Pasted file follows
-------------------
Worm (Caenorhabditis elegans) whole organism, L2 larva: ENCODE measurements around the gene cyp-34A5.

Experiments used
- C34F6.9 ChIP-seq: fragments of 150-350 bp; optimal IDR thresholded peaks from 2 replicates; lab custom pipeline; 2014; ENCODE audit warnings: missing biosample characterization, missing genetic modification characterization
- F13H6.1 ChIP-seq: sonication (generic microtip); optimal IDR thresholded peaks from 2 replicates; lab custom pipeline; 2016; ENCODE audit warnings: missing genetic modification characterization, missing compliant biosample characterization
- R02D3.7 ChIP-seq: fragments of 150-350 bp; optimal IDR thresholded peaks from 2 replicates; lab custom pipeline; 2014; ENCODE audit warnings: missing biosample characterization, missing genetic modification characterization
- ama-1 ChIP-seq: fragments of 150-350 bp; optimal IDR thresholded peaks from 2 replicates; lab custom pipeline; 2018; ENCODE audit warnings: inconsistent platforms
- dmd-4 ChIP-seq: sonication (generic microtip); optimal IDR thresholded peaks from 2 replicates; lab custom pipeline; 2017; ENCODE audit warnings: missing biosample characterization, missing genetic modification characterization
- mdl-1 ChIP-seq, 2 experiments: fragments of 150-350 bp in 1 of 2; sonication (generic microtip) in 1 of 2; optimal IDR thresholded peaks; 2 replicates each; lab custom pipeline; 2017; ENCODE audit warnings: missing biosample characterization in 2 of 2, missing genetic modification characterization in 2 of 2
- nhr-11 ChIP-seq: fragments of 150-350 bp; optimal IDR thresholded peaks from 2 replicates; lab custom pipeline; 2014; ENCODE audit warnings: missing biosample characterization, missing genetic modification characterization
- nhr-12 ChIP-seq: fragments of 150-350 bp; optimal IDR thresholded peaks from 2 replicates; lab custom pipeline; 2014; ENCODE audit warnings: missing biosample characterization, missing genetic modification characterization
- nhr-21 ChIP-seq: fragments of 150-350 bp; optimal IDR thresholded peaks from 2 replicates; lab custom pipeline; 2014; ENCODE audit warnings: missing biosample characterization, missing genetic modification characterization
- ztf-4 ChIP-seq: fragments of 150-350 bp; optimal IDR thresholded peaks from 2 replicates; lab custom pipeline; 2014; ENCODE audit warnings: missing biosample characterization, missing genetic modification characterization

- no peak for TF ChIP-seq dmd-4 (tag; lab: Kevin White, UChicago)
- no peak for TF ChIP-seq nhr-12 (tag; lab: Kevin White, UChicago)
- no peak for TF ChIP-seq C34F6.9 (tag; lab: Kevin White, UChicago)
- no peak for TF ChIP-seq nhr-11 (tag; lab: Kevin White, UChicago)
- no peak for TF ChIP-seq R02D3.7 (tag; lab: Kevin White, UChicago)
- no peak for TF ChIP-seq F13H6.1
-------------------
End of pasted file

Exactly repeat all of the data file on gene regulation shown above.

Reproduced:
Worm (Caenorhabditis elegans) whole organism, L2 larva: ENCODE measurements around the gene cyp-34A5.

Experiments used
- C34F6.9 ChIP-seq: fragments of 150-350 bp; optimal IDR thresholded peaks from 2 replicates; lab custom pipeline; 2014; ENCODE audit warnings: missing biosample characterization, missing genetic modification characterization
- F13H6.1 ChIP-seq: sonication (generic microtip); optimal IDR thresholded peaks from 2 replicates; lab custom pipeline; 2016; ENCODE audit warnings: missing genetic modification characterization, missing compliant biosample characterization
- R02D3.7 ChIP-seq: fragments of 150-350 bp; optimal IDR thresholded peaks from 2 replicates; lab custom pipeline; 2014; ENCODE audit warnings: missing biosample characterization, missing genetic modification characterization
- ama-1 ChIP-seq: fragments of 150-350 bp; optimal IDR thresholded peaks from 2 replicates; lab custom pipeline; 2018; ENCODE audit warnings: inconsistent platforms
- dmd-4 ChIP-seq: sonication (generic microtip); optimal IDR thresholded peaks from 2 replicates; lab custom pipeline; 2017; ENCODE audit warnings: missing biosample characterization, missing genetic modification characterization
- mdl-1 ChIP-seq, 2 experiments: fragments of 150-350 bp in 1 of 2; sonication (generic microtip) in 1 of 2; optimal IDR thresholded peaks; 2 replicates each; lab custom pipeline; 2017; ENCODE audit warnings: missing biosample characterization in 2 of 2, missing genetic modification characterization in 2 of 2
- nhr-11 ChIP-seq: fragments of 150-350 bp; optimal IDR thresholded peaks from 2 replicates; lab custom pipeline; 2014; ENCODE audit warnings: missing biosample characterization, missing genetic modification characterization
- nhr-12 ChIP-seq: fragments of 150-350 bp; optimal IDR thresholded peaks from 2 replicates; lab custom pipeline; 2014; ENCODE audit warnings: missing biosample characterization, missing genetic modification characterization
- nhr-21 ChIP-seq: fragments of 150-350 bp; optimal IDR thresholded peaks from 2 replicates; lab custom pipeline; 2014; ENCODE audit warnings: missing biosample characterization, missing genetic modification characterization
- ztf-4 ChIP-seq: fragments of 150-350 bp; optimal IDR thresholded peaks from 2 replicates; lab custom pipeline; 2014; ENCODE audit warnings: missing biosample characterization, missing genetic modification characterization

- no peak for TF ChIP-seq dmd-4 (tag; lab: Kevin White, UChicago)
- no peak for TF ChIP-seq nhr-12 (tag; lab: Kevin White, UChicago)
- no peak for TF ChIP-seq C34F6.9 (tag; lab: Kevin White, UChicago)
- no peak for TF ChIP-seq nhr-11 (tag; lab: Kevin White, UChicago)
- no peak for TF ChIP-seq R02D3.7 (tag; lab: Kevin White, UChicago)
- no peak for TF ChIP-seq F13H6.1